Knowing the utter impossibility of obtaining ready money from a Government which is actually penniless, I recommended the parties interested not to refuse listening to any further proposals that the Mexican Commissioners might have to make them, and they in compliance with my recommendation have accordingly named two members of their body to represent them in the Conferences now about to take place with reference to this matter. Thus stands the case at present, and I fear that in this instance also the interests of British subjects will again be sacrificed to the reckless folly and bad faith of this Government.

Lord J. Russell.

I have, &c.



(Inclosure 1.)-Sir C. Wyke to Señor Guzman.

Mexico, June 11, 1861.

A FEW days ago I had the honour of explaining to your Excellency the present position of what is generally known as the "Laguna Seca" conducta claim, and as on that occasion I gathered from your Excellency's remarks that the Mexican Government considered itself bound to carry out in all sincerity the arrangements for repayment laid down in Señor Zarco's note to Mr. Mathew of the 12th of February last, I request your Excellency to inform me, at your earliest convenience, to whom the sufferers by the above named robbery are to apply, at the ports of Vera Cruz and Tampico, for the sum of money forcibly taken from them by Señor Degollado at Laguna Seca.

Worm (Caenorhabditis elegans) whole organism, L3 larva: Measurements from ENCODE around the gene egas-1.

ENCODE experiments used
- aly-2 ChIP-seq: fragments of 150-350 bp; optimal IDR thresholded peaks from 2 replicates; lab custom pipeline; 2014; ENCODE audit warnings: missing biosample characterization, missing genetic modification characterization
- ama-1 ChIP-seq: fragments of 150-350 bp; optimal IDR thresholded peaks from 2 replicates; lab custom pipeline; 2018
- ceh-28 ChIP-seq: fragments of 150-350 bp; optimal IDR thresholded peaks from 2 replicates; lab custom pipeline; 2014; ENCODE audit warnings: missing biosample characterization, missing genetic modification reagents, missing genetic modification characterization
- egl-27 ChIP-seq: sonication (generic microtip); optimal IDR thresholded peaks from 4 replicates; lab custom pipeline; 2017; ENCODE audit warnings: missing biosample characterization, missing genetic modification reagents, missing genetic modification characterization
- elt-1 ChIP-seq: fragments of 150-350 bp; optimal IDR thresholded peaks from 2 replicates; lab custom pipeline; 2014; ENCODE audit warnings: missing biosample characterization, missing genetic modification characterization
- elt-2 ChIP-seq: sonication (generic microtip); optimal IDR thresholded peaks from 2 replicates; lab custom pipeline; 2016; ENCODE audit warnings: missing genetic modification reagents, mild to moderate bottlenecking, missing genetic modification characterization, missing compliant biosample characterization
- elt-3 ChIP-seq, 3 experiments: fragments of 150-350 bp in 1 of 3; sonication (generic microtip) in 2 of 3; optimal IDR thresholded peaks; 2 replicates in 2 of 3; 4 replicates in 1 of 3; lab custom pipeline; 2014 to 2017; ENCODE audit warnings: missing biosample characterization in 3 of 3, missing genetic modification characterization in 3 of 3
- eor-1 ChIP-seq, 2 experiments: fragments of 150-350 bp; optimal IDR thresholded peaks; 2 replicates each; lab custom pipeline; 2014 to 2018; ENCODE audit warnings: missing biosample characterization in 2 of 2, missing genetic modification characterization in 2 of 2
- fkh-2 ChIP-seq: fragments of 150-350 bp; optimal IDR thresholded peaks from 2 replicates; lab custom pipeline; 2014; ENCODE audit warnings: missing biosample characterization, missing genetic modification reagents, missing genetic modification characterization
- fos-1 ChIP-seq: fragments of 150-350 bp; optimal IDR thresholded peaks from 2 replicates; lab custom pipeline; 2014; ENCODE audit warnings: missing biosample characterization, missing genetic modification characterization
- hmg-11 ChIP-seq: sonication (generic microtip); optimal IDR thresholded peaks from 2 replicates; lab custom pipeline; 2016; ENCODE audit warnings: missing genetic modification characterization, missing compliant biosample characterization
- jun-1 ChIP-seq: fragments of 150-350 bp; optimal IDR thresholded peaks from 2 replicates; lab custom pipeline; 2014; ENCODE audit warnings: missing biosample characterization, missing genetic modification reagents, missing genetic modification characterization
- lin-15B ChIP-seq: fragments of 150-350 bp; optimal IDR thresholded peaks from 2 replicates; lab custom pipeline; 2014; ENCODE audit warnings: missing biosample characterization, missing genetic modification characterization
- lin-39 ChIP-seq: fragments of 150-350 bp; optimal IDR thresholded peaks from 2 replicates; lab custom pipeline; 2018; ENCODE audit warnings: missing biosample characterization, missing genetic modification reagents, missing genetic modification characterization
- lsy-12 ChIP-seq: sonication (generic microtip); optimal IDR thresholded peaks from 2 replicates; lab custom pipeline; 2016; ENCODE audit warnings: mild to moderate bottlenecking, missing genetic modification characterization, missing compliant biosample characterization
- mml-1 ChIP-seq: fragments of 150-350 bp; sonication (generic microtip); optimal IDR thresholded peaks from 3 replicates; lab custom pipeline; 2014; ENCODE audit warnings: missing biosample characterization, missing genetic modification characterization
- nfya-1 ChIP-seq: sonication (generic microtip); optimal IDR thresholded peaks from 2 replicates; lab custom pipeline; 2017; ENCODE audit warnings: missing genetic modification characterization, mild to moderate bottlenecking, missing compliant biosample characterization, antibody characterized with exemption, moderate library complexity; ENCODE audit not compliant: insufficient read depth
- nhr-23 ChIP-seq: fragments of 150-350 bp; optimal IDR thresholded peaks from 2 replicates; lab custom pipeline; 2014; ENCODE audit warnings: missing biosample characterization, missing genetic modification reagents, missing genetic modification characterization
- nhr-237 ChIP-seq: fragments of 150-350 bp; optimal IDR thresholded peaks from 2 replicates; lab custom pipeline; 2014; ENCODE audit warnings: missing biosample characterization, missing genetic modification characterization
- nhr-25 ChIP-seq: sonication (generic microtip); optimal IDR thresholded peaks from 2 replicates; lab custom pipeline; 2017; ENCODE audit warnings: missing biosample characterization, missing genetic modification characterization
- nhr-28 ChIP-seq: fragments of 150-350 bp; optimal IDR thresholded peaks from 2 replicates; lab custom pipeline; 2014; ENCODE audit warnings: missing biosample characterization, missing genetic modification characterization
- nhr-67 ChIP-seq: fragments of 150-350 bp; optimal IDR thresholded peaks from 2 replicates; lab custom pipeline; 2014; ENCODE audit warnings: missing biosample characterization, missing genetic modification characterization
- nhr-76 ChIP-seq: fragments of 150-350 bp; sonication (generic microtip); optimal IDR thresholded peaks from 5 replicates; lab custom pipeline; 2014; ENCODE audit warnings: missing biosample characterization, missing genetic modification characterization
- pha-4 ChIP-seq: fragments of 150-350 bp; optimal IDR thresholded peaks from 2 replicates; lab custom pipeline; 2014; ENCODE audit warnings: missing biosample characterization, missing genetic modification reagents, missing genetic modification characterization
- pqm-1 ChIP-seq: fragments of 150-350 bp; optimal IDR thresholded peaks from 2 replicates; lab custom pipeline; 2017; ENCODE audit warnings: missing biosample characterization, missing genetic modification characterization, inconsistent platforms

This sum, as I believe your Excellency is aware, amounts with interest to 285,569 dollars 38 cents, and I may further add that every British subject interested in the question is furnished with, and ready to produce, the documents necessary to prove the legitimacy of his particular reclamation. I avail, &c.

Señor Guzman.


(Inclosure 2.)-Señor Guzman to Sir C. Wyke.


Mexico, June 12, 1861. THE Undersigned, &c., has the honour to reply to the note of his Excellency Sir C. Lennox Wyke, &c., under date of yesterday, and to inform him that the Government of Mexico always has been and ever will be ready to fulfil its engagements with British subjects. This is more especially the case with respect to the funds seized by General Degollado at Laguna Seca, so much so that even when the Government was compelled to make a general suspension of payments care was taken not to include therein the funds in question.